Now this remark of Morant's is certainly of interest as far as it goes, because, if the present parishes of the Sailings were one in Saxon times, and also at the time of
the Survey, and a priest existed (as the entry before mentioned states), undoubtedly there was some place of worship or sacred edifice; and as the present church of Great Sailing is not of greater antiquity than King Henry II's reign, it therefore is not unreasonable to suggest that Bardfield Sailing or Little Sailing Church may have been the sacred edifice to which the said priest was attached, because to my mind there is in the round tower of this church traces of much greater antiquity than exist in the church of Great Sailing.
Before attempting to describe the church of Bardfield Sailing or its round tower, which is the chief object of this paper, I should like to draw your attention to the following MS. (Braybroke, 234), which has been copied by Newcourt and all the county topographers, and is as follows:-"The church or chapel of Bardfield Sailing, annexed to Great Bardfield, was dedicated to St. Peter and St. Paul in March 1380, and the cemetery or yard where it stood was consecrated the next year by the Bishop of Pisa, commissioned by the Bishop of London; and 11th Dec. 1384, by his successor, Robert de Braybroke, who likewise confirmed the following agreement between the vicars of Great Bardfield and the inhabitants of this hamlet, namely, that they should have free liberty of burying in the said chapel or chapel-yard such as died in their hamlet, or desired to be buried there; and that they should yearly, on the Feast of Ascension and of the dedication of their mother church, come hither and make their accustomed offerings; and also bear the third part of the third part of the charge belonging to the lordship's quarter, towards the repairing or rebuilding of the mother church of Great Bardfield. Upon nonperformance, the chapel and chapel-yard to be interdicted till satisfaction be made.'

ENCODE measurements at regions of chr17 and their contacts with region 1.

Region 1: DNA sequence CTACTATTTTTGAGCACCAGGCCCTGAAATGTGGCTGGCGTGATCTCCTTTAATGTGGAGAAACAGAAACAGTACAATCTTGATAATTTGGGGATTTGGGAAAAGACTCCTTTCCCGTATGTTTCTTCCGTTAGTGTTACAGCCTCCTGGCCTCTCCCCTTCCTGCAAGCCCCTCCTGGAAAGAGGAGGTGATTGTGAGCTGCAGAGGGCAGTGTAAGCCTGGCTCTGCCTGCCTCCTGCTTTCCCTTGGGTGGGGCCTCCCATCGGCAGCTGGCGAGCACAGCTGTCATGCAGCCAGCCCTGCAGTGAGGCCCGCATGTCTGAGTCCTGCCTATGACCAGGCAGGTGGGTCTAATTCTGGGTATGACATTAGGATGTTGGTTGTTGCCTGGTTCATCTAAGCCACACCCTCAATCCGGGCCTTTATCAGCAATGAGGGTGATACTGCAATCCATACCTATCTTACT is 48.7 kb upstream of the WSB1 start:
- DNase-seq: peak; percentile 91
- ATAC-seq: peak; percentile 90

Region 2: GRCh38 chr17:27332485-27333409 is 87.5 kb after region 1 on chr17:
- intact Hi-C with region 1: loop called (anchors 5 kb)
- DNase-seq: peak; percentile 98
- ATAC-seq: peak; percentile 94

Among the Patents, 22 Richard II, there is an exemplification of the composition made between the Vicar of Great Bardfield or Berdefelda and the parishioners of Berdefield Sailing. From this it will be seen that at the time of the dedication of the church, Bardfield Sailing was a hamlet to Great Bardfield, and the existing church a chapel of ease; from which circumstance the hamlet may have been called Bardfield Sailing.
In the reign of King Henry VIII this chapel had the misfortune to be called by him out of its name, a chantry, and so granted, with all that belonged to it, by Patent, 20th Sept. 1546, to Henry Nedham, who the same month, by licence, conveyed it, by the name of "The Chantry of Great Bardfield", to George Maxey, etc.
In 1424 Catharine, wife of Richard Downham, of Old Hall, in Little Rayne, gave 3s. 4d. to the Chapel of Bardfield Sailing, in honour of St. Margaret the Virgin. This record may refer to the chapel in the south aisle of the church, to be hereafter mentioned, which may probably have been dedicated to St. Margaret, where there may have been an altar in honour of her.
The dedication of the church appears a little uncertain, for on referring to Ecton's Thesaurus Rerum Ecclesiasticarum, I find the following, "Sailing Parva, alias St. Peter Capel, to Bardfield Magna"; whereas in Bacon's Liber Regis it is "Bardfield Sailing Chapel" (St. Margaret).
The Church.-The Church of Little Sailing is situated on a flat plain of land. From the summit of the round tower a considerable stretch of country can be seen. The church is about eight miles from the nearest round towered church, viz., Great Leghs, and ten miles from Bromfield. It is a modest little structure of the Decorated period, and would call for very little remark either from an architectural or antiquarian point of view, except that it has a round tower, at the west end, of uncommon design and proportions.